Excellent COVID-19 resource for decisionmakers at various levels

I started attending various webinars some time ago, like lots of people, and like lots of people, I also got a little webinar fatigue at times.

A great series continues to be organised by the National Academy of Medicine and the American Public Health Association in the US, looking into many topics such as the science of the virus, finding vaccines, health inequalities and so on.

Today’s session, on mitigating direct and indirect impacts in the coming months, was excellent for decisionmakers at all levels – also in the UK! – because it addressed a lot of practical aspects and many angles of the pandemic.

It mentioned the need to provide free wifi, talked about telehealth (telemedicine) and developments expected to take a decade suddenly being realised in a mere three weeks, about the complications food deserts pose, about the politicizing of the pandemic, about how to cope with emergencies such as hurricanes and related evacuations, how to remedy the impact the pandemic is having on non-Covid-related healthcare (such as people with heart attacks not seeking help out of fear of catching the virus), the healthcare clinics getting into financial difficulties as a result (as, I think, we saw earlier with those two doctors in California who owned a small chain of facilities and saw their turnover drop so dramatically that they resorted to unorthodox action), the challenge and need to communicate well and perhaps have ambassadors explain the purpose and reasoning behind social distancing, the massive impact social distancing has on the infection rate and the risk of people that people will no longer observe distancing when lockdowns are relaxed and developing a false sense of safety, and so on and so forth.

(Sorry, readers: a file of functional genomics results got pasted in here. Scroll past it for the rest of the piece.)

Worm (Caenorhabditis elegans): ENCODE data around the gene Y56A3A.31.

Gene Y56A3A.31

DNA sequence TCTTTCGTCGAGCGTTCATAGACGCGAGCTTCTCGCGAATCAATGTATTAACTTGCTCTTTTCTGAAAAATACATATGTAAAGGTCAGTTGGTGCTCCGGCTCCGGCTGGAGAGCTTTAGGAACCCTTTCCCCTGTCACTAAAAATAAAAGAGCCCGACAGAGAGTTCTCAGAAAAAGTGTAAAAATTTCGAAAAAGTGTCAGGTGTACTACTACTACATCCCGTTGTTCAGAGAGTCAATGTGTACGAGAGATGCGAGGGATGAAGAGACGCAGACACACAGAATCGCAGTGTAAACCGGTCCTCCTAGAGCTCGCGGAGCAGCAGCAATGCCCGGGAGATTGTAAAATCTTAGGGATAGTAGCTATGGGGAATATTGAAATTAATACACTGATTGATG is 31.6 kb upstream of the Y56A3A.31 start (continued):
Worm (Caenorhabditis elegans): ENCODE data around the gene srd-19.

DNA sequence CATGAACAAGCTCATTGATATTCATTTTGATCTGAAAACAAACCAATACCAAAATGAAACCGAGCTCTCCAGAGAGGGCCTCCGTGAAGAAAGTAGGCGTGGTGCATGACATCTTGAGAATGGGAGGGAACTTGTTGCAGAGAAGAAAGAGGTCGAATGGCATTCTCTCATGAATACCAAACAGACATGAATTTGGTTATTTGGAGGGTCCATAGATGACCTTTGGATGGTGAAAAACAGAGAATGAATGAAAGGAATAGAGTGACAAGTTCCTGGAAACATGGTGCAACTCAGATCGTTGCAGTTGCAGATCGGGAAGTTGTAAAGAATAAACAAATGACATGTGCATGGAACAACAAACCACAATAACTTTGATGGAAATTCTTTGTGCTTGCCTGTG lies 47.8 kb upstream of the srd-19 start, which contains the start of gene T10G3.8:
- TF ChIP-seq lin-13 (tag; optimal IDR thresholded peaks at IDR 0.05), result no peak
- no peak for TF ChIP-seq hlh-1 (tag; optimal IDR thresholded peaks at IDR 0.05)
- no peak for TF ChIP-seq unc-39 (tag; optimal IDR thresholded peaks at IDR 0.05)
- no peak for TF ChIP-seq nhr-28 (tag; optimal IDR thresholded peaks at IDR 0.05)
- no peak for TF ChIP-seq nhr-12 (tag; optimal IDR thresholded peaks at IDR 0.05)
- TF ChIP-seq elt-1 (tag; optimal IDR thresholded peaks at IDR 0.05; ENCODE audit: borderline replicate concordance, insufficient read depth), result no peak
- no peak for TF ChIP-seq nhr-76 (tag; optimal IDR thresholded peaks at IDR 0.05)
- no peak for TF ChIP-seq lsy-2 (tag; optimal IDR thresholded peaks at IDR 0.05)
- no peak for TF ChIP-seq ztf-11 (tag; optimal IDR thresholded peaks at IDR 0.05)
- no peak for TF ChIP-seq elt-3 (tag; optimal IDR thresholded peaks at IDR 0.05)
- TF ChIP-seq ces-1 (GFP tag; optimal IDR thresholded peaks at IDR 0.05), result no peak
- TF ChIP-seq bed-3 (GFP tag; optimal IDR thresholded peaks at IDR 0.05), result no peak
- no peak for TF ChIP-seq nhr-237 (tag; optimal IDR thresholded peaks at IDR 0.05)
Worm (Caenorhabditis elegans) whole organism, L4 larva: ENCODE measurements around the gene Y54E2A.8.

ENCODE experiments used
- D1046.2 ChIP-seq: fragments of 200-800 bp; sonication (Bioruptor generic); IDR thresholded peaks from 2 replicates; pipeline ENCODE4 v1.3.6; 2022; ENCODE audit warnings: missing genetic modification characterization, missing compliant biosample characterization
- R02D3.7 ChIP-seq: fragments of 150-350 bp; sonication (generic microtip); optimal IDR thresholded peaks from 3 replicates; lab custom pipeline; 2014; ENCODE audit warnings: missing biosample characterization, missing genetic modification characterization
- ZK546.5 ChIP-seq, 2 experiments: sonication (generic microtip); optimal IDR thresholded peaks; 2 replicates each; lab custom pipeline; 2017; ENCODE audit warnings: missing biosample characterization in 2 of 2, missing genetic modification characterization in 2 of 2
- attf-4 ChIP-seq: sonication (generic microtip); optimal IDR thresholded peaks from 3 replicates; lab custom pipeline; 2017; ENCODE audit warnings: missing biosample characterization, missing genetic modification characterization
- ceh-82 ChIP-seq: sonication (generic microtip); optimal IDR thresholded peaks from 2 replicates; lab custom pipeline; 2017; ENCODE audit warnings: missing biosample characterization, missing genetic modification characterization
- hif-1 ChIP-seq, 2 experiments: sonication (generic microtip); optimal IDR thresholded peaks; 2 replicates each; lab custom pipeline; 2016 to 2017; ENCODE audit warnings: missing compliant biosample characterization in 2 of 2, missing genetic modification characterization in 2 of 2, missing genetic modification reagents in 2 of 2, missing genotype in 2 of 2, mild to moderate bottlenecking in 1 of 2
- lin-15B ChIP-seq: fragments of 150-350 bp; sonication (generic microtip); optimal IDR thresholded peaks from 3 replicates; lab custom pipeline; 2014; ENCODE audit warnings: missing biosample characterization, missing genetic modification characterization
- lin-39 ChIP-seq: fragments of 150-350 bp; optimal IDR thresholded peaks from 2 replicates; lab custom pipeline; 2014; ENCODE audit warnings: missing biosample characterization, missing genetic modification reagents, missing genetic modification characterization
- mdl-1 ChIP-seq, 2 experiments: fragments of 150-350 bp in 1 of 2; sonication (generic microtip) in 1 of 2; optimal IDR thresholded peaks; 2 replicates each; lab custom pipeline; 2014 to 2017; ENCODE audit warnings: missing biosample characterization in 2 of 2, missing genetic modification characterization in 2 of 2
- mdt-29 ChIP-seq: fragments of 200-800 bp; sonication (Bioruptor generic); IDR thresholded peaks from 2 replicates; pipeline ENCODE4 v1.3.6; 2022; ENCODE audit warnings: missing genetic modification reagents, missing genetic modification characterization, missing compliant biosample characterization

Here is a link for a model (simulator) that people can play with to explore the effects of lifting lockdowns: https://budgetmodel.wharton.upenn.edu/

The video recording of the webinar will be online soon, at covid19conversations.org:
https://covid19conversations.org/webinars/summer.

The slides have already been uploaded, but not all presenters used slides and the Q&A of course is not online yet either. I’ll post the unedited transcript below.

Continue reading

Hang on to your umbrella against COVID-19

Two doctors in California have been telling everyone that COVID-19 is not a problem at all, that they have tested lots of people and that most had the virus and that many were not ill.

But they were testing people who were screened and suspected of having the virus. It means that there are many more people out there that do not have the virus yet (and preferably should not get it either). I could say a lot more about these two doctors, but I won’t.

I also see a lot of confusion about what is called the prevention paradox. If you prevent something bad, some people will stop believing that it exists (or think it’s not actually that bad).

That’s like noticing that using an umbrella stops you from getting wet and then concluding that there is no rain.